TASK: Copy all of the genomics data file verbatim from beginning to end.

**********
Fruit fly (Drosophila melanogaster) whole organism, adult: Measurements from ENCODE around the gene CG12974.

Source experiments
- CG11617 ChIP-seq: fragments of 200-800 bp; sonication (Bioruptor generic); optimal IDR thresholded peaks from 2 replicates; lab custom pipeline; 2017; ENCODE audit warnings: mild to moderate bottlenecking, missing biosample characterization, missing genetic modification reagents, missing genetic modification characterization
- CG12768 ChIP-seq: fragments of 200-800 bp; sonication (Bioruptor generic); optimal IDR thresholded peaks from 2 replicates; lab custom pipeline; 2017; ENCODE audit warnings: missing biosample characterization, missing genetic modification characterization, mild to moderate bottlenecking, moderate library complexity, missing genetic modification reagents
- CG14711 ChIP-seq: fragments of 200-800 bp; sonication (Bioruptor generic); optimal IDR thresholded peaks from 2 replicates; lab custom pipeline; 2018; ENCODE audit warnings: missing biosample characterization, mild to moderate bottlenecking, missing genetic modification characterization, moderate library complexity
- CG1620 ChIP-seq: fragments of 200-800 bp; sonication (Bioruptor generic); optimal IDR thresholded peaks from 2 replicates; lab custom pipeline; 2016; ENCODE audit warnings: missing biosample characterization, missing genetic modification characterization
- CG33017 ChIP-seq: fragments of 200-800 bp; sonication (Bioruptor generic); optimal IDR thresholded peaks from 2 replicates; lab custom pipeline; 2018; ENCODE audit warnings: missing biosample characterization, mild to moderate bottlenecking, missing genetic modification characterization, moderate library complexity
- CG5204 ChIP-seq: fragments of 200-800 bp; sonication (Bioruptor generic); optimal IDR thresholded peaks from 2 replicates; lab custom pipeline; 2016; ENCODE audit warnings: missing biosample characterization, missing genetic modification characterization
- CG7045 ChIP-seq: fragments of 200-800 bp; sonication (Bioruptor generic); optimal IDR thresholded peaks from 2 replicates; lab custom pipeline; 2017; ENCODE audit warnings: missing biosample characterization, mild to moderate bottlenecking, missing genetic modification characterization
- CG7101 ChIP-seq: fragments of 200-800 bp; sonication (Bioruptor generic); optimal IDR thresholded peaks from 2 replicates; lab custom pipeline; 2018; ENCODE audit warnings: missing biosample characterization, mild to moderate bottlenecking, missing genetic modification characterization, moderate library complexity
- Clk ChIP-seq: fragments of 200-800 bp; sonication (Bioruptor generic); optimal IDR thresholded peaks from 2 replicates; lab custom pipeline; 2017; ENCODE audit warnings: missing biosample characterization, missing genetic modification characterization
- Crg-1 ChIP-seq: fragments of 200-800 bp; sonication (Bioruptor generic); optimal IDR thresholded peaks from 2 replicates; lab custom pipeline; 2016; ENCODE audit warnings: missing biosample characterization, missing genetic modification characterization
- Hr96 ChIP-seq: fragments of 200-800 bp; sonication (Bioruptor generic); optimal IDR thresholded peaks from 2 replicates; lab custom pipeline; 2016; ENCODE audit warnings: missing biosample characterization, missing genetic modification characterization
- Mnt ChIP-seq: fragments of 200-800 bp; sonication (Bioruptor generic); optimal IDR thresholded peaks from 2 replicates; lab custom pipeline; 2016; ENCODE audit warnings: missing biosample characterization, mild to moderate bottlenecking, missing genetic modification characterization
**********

Fruit fly (Drosophila melanogaster) whole organism, adult: Measurements from ENCODE around the gene CG12974.

Source experiments
- CG11617 ChIP-seq: fragments of 200-800 bp; sonication (Bioruptor generic); optimal IDR thresholded peaks from 2 replicates; lab custom pipeline; 2017; ENCODE audit warnings: mild to moderate bottlenecking, missing biosample characterization, missing genetic modification reagents, missing genetic modification characterization
- CG12768 ChIP-seq: fragments of 200-800 bp; sonication (Bioruptor generic); optimal IDR thresholded peaks from 2 replicates; lab custom pipeline; 2017; ENCODE audit warnings: missing biosample characterization, missing genetic modification characterization, mild to moderate bottlenecking, moderate library complexity, missing genetic modification reagents
- CG14711 ChIP-seq: fragments of 200-800 bp; sonication (Bioruptor generic); optimal IDR thresholded peaks from 2 replicates; lab custom pipeline; 2018; ENCODE audit warnings: missing biosample characterization, mild to moderate bottlenecking, missing genetic modification characterization, moderate library complexity
- CG1620 ChIP-seq: fragments of 200-800 bp; sonication (Bioruptor generic); optimal IDR thresholded peaks from 2 replicates; lab custom pipeline; 2016; ENCODE audit warnings: missing biosample characterization, missing genetic modification characterization
- CG33017 ChIP-seq: fragments of 200-800 bp; sonication (Bioruptor generic); optimal IDR thresholded peaks from 2 replicates; lab custom pipeline; 2018; ENCODE audit warnings: missing biosample characterization, mild to moderate bottlenecking, missing genetic modification characterization, moderate library complexity
- CG5204 ChIP-seq: fragments of 200-800 bp; sonication (Bioruptor generic); optimal IDR thresholded peaks from 2 replicates; lab custom pipeline; 2016; ENCODE audit warnings: missing biosample characterization, missing genetic modification characterization
- CG7045 ChIP-seq: fragments of 200-800 bp; sonication (Bioruptor generic); optimal IDR thresholded peaks from 2 replicates; lab custom pipeline; 2017; ENCODE audit warnings: missing biosample characterization, mild to moderate bottlenecking, missing genetic modification characterization
- CG7101 ChIP-seq: fragments of 200-800 bp; sonication (Bioruptor generic); optimal IDR thresholded peaks from 2 replicates; lab custom pipeline; 2018; ENCODE audit warnings: missing biosample characterization, mild to moderate bottlenecking, missing genetic modification characterization, moderate library complexity
- Clk ChIP-seq: fragments of 200-800 bp; sonication (Bioruptor generic); optimal IDR thresholded peaks from 2 replicates; lab custom pipeline; 2017; ENCODE audit warnings: missing biosample characterization, missing genetic modification characterization
- Crg-1 ChIP-seq: fragments of 200-800 bp; sonication (Bioruptor generic); optimal IDR thresholded peaks from 2 replicates; lab custom pipeline; 2016; ENCODE audit warnings: missing biosample characterization, missing genetic modification characterization
- Hr96 ChIP-seq: fragments of 200-800 bp; sonication (Bioruptor generic); optimal IDR thresholded peaks from 2 replicates; lab custom pipeline; 2016; ENCODE audit warnings: missing biosample characterization, missing genetic modification characterization
- Mnt ChIP-seq: fragments of 200-800 bp; sonication (Bioruptor generic); optimal IDR thresholded peaks from 2 replicates; lab custom pipeline; 2016; ENCODE audit warnings: missing biosample characterization, mild to moderate bottlenecking, missing genetic modification characterization